For what it's worth, your alisp ("Arrow Lisp"?) implementation and Sketchy Lisp book were my introduction to Lisp. That was a decade ago and it "changed my life" in the way that learning Lisp can. Thanks for writing such interesting material!

Wow, time files like an arrow! It's good to hear that you liked my book so much!

To everyone who suggested a blog: thank you! However, this is not really something I am into. I tried it, but found it rather exhausting, so you could see in my articles that I was not having fun. To be honest, that entire blog and forum culture is rather confusing to me.

I would rather pay some money for marketing than doing it myself, but my budget is limited, I have no idea where to start, and I do not know if it makes sense at all. What do you think? What about reddit ad campaigns, for instance?

Identify the market and sell to them. Who is your market? I would guess undergraduates. Selling to undergraduates sounds difficult. Instead, follow the first commenter's advice and make the teacher force them to buy it! :)

I second (third?) the blog!

Most of the books I have bought in the past 2/3 years have been because I have consumed other articles from that author in the past, got to like and understand their point of view and style.

I'm much more inclined to buy a book from a blog I find I keep coming back to.

Also, it might be good to look at this article that was on HN the other day http://successnexus.net/bundling-strategy-joanna-wiebe-inter...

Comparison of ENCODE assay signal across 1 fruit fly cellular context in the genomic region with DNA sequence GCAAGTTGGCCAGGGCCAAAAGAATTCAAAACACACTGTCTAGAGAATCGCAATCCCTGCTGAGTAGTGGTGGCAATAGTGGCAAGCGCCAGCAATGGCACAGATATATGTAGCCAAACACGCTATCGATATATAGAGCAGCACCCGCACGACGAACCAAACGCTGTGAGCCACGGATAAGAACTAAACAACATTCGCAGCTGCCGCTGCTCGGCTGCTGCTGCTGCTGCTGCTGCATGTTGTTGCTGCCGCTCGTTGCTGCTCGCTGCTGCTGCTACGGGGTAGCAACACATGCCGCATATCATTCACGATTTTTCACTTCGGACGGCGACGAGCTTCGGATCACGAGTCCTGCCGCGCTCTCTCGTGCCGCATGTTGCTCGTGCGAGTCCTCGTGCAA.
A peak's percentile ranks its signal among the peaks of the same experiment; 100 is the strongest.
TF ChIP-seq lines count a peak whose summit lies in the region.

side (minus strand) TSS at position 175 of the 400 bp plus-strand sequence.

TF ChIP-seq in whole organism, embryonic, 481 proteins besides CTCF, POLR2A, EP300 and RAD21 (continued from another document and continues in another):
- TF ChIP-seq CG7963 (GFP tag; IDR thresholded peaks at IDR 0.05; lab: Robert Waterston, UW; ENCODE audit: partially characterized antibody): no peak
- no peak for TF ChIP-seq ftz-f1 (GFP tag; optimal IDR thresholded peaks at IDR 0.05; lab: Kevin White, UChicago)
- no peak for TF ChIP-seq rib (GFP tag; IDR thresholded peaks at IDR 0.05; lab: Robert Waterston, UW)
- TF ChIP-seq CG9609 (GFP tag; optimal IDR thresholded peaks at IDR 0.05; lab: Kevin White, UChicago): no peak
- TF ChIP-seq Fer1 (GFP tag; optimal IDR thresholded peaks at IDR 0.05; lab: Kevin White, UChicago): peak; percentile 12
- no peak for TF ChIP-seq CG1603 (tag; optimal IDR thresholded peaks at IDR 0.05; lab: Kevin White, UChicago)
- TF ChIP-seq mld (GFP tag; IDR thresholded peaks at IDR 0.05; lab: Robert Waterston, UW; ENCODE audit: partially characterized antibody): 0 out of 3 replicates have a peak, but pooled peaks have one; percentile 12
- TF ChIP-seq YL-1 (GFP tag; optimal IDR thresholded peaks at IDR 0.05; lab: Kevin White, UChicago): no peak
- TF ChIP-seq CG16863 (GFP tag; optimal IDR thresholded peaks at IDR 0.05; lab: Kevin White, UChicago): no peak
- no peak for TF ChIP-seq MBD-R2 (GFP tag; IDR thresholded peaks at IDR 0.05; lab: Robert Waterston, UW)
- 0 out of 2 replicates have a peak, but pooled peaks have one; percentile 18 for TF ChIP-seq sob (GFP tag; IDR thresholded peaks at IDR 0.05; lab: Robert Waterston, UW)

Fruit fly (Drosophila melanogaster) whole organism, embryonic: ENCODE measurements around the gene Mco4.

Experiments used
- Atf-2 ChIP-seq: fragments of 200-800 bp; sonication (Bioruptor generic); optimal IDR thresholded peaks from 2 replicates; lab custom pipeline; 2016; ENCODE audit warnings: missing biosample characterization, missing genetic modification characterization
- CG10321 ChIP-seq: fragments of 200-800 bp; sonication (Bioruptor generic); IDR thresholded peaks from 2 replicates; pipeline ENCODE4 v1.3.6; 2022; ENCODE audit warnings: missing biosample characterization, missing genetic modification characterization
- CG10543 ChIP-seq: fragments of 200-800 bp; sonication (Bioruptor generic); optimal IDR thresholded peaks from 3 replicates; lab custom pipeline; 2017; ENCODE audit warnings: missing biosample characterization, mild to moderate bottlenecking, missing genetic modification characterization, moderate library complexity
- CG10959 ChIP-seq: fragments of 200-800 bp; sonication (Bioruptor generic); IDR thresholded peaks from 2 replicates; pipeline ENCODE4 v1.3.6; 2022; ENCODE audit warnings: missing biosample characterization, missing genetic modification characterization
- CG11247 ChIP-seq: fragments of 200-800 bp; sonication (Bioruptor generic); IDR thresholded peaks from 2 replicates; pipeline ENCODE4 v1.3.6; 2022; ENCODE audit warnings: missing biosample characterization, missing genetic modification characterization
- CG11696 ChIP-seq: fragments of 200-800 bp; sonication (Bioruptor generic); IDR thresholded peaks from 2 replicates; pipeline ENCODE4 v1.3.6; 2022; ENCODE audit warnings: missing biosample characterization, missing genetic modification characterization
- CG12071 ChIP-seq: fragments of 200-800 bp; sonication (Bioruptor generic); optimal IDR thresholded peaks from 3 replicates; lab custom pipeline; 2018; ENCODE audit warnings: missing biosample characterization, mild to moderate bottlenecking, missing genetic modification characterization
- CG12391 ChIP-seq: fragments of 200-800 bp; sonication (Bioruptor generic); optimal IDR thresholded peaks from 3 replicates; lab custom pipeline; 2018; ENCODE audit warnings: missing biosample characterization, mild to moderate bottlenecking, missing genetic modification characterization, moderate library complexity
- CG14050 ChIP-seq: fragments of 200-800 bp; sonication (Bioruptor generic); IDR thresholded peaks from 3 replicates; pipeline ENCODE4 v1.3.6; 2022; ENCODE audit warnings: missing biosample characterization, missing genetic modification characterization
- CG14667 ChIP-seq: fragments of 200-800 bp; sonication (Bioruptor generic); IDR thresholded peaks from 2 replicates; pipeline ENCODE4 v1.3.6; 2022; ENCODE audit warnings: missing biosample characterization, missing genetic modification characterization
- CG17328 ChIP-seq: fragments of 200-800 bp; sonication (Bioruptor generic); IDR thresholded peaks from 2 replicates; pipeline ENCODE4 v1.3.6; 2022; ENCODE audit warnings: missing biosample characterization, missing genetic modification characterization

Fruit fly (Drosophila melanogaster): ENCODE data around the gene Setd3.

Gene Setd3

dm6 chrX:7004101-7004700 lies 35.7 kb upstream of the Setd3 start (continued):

As swGooF said: Write a blog.

I Googled your name and found quite a lot of your books for download, but not much more info (did not search very long).

If you want to become a "name" in some area, you must talk about what's happening now. If any possible, become a (leading) member of some important OSS project. (As an example take Yehuda Katz, his blog and books are very well known in the community)

Start a blog about compiler construction. Wordpress is a great choice. It will take a while, but soon your blog will start appearing in google searches for compiler topics. It may take one or two years, but if you stick with it, you will soon create a following of "compiler" people. Those are the same people that will probably buy/promote/recommend your book.

I read through the sample on the site and found it surprisingly hard to put down. I'm not a programmer, but I've read TCPL. Your sample made me think of C a little differently, and was easy to understand despite my lack of formal training. This book might be my next purchase.

Have you ever had anyone proofread it ?

Why do you ask? I just read the excerpt from the website and it doesn't seem to be in need of editing. I may actually buy it actually, the Dragon book bored me quickly, this one doesn't.